I’ve never been pregnant myself, but I know people who have. Pregnancy can be a wonderful experience, but it has its downsides too, like having to feel bad whenever you have beer or wine or sushi or coffee or even a ham sandwich in front of your jealous pregnant wife, for whom all these things have been medically proscribed (for the record, I hear that morning sickness and protracted labor are no picnic either, not to mention not being able to eat most things at said picnic).
Do you ever stay up late and then curse yourself the next morning when your alarm clock wakes you up? Jerry Seinfeld has the same problem. He’s got a pretty good idea of why it happens, too, he just doesn’t have a great solution yet. In the opening monologue to The Glasses in Season 5, Jerry complains:
News of a company behaving unethically has become so common that it hardly raises an eyebrow except, perhaps, in the most egregious cases – and even then the outrage is often muted after the initial flare-up subsides. Take the recent case of HSBC, which agreed to pay $1.9 billion for having enabled billions of dollars to be laundered by drug cartels and for violating U.S. sanctions against numerous countries, including Iran, Libya, and Sudan. Remember that? Barely – it was in the news over two weeks ago.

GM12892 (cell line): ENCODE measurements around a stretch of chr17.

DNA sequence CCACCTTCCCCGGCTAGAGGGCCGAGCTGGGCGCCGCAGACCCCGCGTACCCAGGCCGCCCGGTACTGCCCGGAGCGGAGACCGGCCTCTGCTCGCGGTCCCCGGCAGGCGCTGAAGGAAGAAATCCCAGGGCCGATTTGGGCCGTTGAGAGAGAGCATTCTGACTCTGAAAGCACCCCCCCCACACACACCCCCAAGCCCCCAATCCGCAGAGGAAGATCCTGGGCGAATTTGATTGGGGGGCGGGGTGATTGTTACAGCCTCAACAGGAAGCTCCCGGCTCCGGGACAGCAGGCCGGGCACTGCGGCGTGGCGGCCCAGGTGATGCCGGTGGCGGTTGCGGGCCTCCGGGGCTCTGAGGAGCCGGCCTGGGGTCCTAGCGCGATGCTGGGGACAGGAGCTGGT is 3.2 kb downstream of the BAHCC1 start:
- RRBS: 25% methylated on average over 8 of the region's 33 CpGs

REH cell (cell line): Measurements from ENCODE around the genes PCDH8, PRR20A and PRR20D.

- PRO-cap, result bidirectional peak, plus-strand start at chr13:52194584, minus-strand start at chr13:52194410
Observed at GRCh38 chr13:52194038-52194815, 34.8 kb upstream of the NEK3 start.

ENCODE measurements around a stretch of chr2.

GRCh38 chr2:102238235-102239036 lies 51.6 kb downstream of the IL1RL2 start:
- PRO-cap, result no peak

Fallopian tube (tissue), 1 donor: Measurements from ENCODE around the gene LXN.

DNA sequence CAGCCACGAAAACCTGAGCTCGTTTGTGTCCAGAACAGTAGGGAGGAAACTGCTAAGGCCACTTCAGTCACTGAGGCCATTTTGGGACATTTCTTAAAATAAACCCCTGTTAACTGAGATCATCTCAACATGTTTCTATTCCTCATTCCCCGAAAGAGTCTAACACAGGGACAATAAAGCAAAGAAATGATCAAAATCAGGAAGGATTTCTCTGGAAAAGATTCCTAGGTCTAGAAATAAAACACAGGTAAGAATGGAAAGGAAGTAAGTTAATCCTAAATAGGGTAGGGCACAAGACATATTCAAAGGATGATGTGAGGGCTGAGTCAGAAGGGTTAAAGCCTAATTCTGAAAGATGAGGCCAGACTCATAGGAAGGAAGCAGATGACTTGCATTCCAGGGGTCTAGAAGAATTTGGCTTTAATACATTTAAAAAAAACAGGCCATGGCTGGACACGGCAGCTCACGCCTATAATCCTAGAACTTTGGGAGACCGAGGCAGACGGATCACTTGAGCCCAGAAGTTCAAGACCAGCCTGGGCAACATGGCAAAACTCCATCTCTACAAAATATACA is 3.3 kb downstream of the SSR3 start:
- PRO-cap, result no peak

Dave Nussbaum is an Adjunct Assistant Professor of Behavioral Science at the University of Chicago Booth School of Business. He received his PhD in Social Psychology from Stanford in 2008, working primarily with Claude Steele and Carol Dweck. He recently completed a SSHRC Post-Doctoral Fellowship at the University of Waterloo with Steve Spencer.
His research is primarily focused on how people manage and defend their self-image in the face of threats, and how this affects their beliefs and behavior. He also explores how social contexts and psychological processes can either exacerbate threats to self-image or attenuate them. He writes:
"I have found that defensively managing self-image threats can often lead to negative consequences, including academic disidentification, missed learning opportunities, the avoidance of important medical tests, and persistence in failing investments. I believe that by identifying contexts and processes that attenuate threat, individuals and organizations can employ strategies to prevent these maladaptive outcomes."